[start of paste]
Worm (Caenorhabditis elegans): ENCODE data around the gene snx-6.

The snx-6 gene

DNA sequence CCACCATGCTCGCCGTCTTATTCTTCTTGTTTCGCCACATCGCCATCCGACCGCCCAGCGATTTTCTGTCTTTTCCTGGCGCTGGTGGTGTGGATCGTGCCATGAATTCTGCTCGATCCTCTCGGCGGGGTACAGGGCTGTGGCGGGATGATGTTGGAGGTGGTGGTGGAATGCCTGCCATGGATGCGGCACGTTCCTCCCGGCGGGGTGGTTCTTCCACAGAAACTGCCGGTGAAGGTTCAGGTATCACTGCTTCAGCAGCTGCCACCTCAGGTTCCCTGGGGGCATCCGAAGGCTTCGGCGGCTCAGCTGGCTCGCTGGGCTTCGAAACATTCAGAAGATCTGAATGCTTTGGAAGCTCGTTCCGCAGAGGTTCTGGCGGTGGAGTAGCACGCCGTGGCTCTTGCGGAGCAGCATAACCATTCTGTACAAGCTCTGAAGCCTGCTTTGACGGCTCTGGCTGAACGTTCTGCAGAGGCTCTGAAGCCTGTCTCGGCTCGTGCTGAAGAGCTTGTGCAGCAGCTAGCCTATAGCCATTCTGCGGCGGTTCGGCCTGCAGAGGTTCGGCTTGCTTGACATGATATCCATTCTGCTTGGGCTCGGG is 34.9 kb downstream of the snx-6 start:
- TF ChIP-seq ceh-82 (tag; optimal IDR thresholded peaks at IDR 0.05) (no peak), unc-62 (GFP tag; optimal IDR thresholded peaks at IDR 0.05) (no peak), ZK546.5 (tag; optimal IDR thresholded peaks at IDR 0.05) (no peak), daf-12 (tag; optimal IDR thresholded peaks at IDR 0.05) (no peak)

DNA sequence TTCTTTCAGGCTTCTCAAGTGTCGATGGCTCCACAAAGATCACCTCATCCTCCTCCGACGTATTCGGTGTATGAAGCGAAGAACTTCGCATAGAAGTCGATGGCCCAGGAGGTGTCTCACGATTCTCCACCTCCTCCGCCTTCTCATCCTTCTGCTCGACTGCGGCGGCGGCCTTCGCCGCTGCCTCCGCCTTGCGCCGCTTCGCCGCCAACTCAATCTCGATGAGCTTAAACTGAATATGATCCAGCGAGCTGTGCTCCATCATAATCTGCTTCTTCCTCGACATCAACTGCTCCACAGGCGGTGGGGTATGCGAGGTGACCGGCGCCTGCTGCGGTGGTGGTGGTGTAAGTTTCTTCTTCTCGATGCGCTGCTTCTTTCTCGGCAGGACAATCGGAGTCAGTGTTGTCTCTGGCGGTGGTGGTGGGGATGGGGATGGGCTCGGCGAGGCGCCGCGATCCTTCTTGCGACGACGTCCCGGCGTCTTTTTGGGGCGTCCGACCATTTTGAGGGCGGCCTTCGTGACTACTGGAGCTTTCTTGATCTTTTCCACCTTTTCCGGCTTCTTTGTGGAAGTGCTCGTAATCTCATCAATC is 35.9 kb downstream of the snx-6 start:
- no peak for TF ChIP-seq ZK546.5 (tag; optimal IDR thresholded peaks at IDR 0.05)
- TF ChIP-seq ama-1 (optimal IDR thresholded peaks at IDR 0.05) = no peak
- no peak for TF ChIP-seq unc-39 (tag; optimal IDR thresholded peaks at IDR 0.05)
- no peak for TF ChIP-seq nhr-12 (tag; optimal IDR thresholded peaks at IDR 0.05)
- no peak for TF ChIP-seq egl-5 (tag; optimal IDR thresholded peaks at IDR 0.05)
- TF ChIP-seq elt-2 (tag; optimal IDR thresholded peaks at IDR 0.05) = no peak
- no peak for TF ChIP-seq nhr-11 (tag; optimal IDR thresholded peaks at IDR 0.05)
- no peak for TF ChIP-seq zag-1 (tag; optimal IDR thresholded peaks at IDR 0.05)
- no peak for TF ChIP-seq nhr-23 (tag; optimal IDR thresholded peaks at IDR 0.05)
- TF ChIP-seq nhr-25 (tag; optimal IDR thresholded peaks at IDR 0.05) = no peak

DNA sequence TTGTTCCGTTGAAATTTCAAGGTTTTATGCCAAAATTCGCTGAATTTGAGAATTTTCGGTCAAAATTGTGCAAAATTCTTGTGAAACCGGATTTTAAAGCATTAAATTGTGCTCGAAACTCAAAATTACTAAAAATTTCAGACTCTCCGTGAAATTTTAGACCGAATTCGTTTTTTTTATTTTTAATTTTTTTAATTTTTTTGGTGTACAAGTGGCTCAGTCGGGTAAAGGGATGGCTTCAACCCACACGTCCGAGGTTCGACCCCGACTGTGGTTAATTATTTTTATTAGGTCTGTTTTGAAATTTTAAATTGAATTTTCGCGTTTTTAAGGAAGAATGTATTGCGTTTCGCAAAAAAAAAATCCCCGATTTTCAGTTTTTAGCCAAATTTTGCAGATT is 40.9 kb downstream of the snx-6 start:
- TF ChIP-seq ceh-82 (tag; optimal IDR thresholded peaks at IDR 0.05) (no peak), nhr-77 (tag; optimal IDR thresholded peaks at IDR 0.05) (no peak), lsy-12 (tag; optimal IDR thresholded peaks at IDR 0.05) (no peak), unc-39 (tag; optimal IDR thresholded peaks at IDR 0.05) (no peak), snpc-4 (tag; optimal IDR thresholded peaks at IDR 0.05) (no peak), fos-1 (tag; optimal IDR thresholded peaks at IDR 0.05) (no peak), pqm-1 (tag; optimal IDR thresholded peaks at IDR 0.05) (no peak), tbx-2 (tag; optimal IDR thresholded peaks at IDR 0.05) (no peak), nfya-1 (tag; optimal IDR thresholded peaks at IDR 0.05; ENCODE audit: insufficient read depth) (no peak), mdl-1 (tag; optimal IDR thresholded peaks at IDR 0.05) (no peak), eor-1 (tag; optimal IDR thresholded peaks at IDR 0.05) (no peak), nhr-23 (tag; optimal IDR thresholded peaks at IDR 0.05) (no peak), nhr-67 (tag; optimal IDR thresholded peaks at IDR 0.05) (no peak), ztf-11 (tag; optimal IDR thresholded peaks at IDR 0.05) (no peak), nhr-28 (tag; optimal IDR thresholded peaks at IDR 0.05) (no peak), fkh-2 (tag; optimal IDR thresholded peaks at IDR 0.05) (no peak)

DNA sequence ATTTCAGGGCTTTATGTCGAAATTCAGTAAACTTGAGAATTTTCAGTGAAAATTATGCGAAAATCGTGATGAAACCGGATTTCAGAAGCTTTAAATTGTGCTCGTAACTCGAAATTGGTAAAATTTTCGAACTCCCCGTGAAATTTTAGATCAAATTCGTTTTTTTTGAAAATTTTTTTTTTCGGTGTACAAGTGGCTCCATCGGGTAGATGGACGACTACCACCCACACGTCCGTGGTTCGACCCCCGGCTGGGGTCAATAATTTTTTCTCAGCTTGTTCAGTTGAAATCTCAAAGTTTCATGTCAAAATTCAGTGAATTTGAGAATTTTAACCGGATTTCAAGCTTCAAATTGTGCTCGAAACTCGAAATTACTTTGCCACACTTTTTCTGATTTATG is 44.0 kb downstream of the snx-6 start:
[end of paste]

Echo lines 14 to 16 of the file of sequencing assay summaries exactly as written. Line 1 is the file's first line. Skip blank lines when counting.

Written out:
- no peak for TF ChIP-seq nhr-23 (tag; optimal IDR thresholded peaks at IDR 0.05)
- TF ChIP-seq nhr-25 (tag; optimal IDR thresholded peaks at IDR 0.05) = no peak

DNA sequence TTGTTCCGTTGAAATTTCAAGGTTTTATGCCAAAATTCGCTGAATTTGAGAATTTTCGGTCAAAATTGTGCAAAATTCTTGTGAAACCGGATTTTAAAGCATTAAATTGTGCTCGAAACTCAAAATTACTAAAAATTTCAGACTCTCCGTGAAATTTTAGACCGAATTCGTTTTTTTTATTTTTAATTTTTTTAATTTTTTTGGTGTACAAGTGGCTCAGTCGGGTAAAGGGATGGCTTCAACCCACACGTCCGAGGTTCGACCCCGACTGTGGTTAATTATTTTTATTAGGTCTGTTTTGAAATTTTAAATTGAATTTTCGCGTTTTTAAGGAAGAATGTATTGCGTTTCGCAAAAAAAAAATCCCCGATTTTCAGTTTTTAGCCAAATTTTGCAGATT is 40.9 kb downstream of the snx-6 start: